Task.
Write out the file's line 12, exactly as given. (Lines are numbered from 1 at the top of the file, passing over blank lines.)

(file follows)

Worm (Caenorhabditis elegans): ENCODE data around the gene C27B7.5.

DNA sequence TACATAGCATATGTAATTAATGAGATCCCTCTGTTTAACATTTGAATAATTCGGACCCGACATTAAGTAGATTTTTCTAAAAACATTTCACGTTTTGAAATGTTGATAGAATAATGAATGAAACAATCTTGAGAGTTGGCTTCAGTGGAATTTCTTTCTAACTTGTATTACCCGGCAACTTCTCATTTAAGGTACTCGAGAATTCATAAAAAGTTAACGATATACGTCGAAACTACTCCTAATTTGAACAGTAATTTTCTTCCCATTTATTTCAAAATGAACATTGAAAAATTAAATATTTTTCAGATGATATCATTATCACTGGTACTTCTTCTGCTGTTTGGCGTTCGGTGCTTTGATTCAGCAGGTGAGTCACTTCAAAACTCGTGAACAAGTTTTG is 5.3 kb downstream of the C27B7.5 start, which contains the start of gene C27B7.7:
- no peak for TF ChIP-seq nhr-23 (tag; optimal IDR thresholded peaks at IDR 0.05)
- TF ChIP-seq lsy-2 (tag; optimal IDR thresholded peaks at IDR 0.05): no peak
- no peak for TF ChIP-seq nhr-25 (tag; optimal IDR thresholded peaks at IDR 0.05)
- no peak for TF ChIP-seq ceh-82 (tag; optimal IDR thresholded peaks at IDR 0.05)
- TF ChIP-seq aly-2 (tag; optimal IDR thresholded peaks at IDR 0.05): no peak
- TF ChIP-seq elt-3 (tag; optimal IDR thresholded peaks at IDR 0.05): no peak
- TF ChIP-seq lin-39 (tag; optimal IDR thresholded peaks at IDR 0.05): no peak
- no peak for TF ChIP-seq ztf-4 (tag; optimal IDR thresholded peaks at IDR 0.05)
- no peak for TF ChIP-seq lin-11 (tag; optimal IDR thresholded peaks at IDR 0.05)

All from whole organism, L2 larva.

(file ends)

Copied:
All from whole organism, L2 larva.